Google’s user dominance stifling innovation, says ACCC as it flags search engine choice screen

The Australian Compeition and Consumer Commission (ACCC) has recommended that a choice screen, providing consumers with a selection of search engine options be introduced in Australia, in order to curb Google’s dominance in the space.

This recommendation comes as part of the ACCC’s third Digital Platform Services Inquiry interim report, released this morning.

The report has found that Google has a market share of 94%, as the dominant search engine in Australia, with Google Search being the default search engine on the two most popular browsers nationally, Chrome and Apple’s Safari, both pre-installed on most mobile devices.

The parent company of Google yesterday reported d a 41% revenue rise in the third quarter, driven by significant growth from its advertising business.
Total revenue hit US$65 billion, up from US$46 billion in the same quarter last year.

Google search has a 94% market share

Rod Sims, chair of the ACCC said: “Search engines play a critical role in the digital economy. We are concerned that Google’s dominance and its ability to use its financial resources to fund arrangements to be the default search engine on many devices and other means through which consumers access search, such as browsers, is harming competition and consumers.”

“Google pays billions of dollars each year for these placements, which illustrates how being the default search engine is extremely valuable to Google’s business model.”

A survey conducted by the ACCC found that most users tend to opt for the pre-installed browser on their devices, with a further one in four not knowing how to change the default web browser or search engine on their mobile devices.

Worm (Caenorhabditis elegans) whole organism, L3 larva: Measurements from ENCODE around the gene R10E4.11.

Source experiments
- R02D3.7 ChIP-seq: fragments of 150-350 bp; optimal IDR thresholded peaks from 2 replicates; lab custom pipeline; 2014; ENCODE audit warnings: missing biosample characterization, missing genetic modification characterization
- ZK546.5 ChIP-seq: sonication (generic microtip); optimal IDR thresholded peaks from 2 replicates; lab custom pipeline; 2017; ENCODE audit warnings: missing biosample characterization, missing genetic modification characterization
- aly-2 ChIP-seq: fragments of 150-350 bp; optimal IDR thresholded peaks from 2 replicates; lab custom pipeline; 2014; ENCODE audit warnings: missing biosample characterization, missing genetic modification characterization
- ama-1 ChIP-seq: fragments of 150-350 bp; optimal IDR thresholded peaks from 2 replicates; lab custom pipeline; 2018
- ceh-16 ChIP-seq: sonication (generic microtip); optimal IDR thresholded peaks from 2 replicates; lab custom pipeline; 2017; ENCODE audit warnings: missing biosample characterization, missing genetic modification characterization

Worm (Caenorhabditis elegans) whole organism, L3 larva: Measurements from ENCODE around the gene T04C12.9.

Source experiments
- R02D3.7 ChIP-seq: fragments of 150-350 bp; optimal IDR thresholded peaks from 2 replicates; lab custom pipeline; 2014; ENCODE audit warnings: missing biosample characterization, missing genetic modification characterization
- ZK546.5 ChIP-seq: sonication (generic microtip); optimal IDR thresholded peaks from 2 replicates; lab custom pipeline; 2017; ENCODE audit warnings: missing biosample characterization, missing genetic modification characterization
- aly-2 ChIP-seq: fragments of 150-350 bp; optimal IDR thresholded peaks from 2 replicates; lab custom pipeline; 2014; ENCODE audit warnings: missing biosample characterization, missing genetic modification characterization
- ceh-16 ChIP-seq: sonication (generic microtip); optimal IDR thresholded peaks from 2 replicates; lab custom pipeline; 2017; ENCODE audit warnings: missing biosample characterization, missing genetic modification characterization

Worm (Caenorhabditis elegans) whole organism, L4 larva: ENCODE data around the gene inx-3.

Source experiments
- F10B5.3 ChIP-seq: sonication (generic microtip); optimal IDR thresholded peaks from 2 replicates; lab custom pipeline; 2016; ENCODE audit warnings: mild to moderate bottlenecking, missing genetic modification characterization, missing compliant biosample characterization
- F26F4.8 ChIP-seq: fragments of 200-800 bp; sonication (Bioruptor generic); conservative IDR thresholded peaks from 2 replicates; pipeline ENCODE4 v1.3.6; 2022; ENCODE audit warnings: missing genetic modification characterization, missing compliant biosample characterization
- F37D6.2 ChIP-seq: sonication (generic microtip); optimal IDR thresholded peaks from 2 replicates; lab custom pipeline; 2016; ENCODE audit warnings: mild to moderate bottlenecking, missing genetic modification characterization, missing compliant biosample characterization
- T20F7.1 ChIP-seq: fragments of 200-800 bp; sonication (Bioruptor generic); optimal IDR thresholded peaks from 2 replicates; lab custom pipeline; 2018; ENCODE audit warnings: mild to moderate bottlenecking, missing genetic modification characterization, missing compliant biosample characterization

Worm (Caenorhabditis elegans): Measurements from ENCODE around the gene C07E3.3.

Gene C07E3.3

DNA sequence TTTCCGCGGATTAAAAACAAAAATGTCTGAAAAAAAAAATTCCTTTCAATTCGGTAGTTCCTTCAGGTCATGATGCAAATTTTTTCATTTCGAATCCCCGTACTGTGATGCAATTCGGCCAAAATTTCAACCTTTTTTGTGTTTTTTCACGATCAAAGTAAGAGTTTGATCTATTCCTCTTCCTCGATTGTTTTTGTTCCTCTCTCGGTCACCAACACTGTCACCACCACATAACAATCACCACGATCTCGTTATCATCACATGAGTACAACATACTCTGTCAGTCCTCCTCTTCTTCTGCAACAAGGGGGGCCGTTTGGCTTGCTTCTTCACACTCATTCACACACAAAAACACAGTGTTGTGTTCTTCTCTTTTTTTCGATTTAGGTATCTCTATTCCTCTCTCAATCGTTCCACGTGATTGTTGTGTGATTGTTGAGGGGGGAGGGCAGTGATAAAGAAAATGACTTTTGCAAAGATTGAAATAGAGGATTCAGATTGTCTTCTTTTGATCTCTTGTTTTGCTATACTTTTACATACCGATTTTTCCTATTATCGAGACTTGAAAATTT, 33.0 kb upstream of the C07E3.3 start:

Sims said that in order for competing search engine services to Google, access to consumers is ciritical, but that Google’s “vertical integration and costly commercial arrangements” have proved to make this very difficult.

ACCC chair, Rod Sims

“Google’s existing dominance and its commercial arrangements have significantly increased barriers to entry and prevented new or emerging rival search engines from reaching consumers, not only through browsers but also through other access points like search apps, widgets and voice assistants like Siri.”

“This is likely to have stifled innovation and reduced consumer choice. It means that consumers may not be exposed to or aware of other options, such as search engines that protect users’ privacy and/or have an ecological focus, which limits the ability of these businesses to grow,” said Sims.

The ACCC put forward two recommendations, the first that it be given the power to “develop and implement a mandatory search engine choice screen”, that gives consumers a selection of search engines, rather than have a pre-set default.

The second is that it recommends it be “given the power to develop additional measures to improve competition and consumer choice in search”, which may include restricting dominant services “from tying or bundling search services with other goods or services, among other measures”.

Sims said: “Choice screens can give consumers the opportunity to make an informed choice about the search engine they use. Choice screens can also help reduce barriers to expansion for competitors to Google, who may offer consumers more options for alternative search engines around issues like privacy and how personal data is collected and used.”

“We are carefully considering these potential measures, which would sit alongside the rules and powers proposed in the ACCC’s Ad Tech Final Report,” said Sims. “The framework for these rules and powers will be considered as part of the fifth report of the Digital Platform Services Inquiry. The ACCC intends to commence consultation regarding these potential proposals for broader regulatory reform in 2022.”

With the value of digital advertising continuing to increase, the ACCC last month concerns in its Digital Platform Services Inquiry – September 2021 Interim report. As part of its analysis, the ACCC concluded that “customer inertia” and the effect of default settings is a barrier to expansion for smaller search engines.


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